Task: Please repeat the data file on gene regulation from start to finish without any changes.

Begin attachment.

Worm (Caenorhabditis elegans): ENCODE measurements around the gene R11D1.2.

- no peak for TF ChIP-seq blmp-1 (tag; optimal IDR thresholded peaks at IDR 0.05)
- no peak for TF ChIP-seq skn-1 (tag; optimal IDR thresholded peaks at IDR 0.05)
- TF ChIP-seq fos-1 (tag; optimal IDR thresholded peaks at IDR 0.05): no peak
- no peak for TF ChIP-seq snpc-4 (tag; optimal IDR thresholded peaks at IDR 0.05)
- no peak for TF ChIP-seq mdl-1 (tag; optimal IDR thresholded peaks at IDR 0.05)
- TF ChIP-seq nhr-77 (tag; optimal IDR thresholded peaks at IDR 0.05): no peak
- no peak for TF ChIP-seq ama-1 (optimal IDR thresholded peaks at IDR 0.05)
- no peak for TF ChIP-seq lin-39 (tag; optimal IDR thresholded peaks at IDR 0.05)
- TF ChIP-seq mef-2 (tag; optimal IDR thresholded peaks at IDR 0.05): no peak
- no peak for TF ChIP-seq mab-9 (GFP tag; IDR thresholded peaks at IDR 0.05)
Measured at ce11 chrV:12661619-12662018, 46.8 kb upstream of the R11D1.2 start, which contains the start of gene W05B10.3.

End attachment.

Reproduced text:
Worm (Caenorhabditis elegans): ENCODE measurements around the gene R11D1.2.

- no peak for TF ChIP-seq blmp-1 (tag; optimal IDR thresholded peaks at IDR 0.05)
- no peak for TF ChIP-seq skn-1 (tag; optimal IDR thresholded peaks at IDR 0.05)
- TF ChIP-seq fos-1 (tag; optimal IDR thresholded peaks at IDR 0.05): no peak
- no peak for TF ChIP-seq snpc-4 (tag; optimal IDR thresholded peaks at IDR 0.05)
- no peak for TF ChIP-seq mdl-1 (tag; optimal IDR thresholded peaks at IDR 0.05)
- TF ChIP-seq nhr-77 (tag; optimal IDR thresholded peaks at IDR 0.05): no peak
- no peak for TF ChIP-seq ama-1 (optimal IDR thresholded peaks at IDR 0.05)
- no peak for TF ChIP-seq lin-39 (tag; optimal IDR thresholded peaks at IDR 0.05)
- TF ChIP-seq mef-2 (tag; optimal IDR thresholded peaks at IDR 0.05): no peak
- no peak for TF ChIP-seq mab-9 (GFP tag; IDR thresholded peaks at IDR 0.05)
Measured at ce11 chrV:12661619-12662018, 46.8 kb upstream of the R11D1.2 start, which contains the start of gene W05B10.3.